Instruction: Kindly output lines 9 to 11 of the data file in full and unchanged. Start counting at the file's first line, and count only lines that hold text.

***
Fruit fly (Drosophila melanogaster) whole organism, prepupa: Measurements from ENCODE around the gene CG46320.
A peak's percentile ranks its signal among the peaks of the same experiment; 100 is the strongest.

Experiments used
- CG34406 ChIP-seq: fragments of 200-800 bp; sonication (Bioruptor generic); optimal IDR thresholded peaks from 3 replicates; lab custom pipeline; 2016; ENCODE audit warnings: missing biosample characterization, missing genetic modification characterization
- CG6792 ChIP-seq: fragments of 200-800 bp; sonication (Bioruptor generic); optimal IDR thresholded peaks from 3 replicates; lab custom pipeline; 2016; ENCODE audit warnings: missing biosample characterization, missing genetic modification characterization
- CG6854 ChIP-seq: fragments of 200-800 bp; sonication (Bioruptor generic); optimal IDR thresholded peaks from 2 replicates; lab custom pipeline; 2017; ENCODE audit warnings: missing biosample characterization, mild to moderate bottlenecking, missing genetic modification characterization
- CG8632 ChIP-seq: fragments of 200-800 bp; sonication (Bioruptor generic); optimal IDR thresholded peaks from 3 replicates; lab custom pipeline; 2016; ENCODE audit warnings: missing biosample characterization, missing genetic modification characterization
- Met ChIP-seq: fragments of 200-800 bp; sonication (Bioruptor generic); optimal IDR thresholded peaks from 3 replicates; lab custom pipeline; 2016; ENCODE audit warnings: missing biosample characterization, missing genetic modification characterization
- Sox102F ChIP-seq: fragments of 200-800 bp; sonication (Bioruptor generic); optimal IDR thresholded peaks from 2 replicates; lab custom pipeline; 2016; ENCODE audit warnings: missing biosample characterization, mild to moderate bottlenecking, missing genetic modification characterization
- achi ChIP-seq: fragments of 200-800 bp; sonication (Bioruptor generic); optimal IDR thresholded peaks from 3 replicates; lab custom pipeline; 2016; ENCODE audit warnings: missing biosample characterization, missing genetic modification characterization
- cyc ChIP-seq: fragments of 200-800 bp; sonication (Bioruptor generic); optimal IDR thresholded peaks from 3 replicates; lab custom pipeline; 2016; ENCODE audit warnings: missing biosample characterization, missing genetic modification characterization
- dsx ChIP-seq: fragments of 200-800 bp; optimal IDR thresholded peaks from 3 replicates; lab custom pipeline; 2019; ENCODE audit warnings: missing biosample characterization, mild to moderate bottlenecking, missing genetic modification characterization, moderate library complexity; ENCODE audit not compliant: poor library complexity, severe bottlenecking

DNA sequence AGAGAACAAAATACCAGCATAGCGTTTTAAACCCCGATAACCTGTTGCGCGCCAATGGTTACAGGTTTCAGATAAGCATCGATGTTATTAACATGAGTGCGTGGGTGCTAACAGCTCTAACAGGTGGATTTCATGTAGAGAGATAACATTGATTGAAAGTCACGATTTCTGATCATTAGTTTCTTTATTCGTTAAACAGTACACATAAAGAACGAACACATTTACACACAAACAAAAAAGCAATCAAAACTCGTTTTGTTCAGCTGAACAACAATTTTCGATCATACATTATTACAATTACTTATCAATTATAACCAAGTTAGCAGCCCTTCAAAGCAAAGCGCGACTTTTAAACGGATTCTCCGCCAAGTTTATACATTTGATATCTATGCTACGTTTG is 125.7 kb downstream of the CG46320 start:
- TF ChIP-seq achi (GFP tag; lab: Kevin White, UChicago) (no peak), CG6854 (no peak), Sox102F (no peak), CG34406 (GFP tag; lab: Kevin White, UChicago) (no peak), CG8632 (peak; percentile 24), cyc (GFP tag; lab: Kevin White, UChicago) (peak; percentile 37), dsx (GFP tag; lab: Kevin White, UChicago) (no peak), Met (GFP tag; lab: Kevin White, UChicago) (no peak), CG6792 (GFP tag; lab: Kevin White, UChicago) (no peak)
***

- Sox102F ChIP-seq: fragments of 200-800 bp; sonication (Bioruptor generic); optimal IDR thresholded peaks from 2 replicates; lab custom pipeline; 2016; ENCODE audit warnings: missing biosample characterization, mild to moderate bottlenecking, missing genetic modification characterization
- achi ChIP-seq: fragments of 200-800 bp; sonication (Bioruptor generic); optimal IDR thresholded peaks from 3 replicates; lab custom pipeline; 2016; ENCODE audit warnings: missing biosample characterization, missing genetic modification characterization
- cyc ChIP-seq: fragments of 200-800 bp; sonication (Bioruptor generic); optimal IDR thresholded peaks from 3 replicates; lab custom pipeline; 2016; ENCODE audit warnings: missing biosample characterization, missing genetic modification characterization